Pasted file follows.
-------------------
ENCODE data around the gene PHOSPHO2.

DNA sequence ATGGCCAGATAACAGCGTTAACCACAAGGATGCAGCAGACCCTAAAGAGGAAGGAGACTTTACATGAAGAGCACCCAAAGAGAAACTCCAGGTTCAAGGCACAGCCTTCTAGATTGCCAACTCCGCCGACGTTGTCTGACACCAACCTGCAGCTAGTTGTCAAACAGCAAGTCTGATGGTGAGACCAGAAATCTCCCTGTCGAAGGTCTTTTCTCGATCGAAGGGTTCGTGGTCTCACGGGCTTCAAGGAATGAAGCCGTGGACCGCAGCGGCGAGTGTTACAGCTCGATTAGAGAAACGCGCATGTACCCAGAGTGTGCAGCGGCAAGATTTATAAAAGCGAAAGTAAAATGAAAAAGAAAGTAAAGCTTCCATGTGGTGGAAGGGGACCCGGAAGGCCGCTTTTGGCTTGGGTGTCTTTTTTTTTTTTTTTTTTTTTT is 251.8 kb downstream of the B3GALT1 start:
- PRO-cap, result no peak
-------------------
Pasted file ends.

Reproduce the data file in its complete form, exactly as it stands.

ENCODE data around the gene PHOSPHO2.

DNA sequence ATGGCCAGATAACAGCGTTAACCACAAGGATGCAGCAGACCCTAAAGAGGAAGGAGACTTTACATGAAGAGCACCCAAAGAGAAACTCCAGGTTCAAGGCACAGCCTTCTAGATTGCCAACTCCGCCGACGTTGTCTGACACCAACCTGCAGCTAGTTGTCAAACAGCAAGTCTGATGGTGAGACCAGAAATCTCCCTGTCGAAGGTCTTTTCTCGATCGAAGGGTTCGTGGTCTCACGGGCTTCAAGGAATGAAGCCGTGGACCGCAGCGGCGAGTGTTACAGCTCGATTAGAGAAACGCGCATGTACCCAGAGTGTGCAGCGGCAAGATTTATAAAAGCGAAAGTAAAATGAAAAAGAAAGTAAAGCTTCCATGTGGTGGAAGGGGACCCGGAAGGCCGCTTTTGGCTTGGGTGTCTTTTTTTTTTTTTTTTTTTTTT is 251.8 kb downstream of the B3GALT1 start:
- PRO-cap, result no peak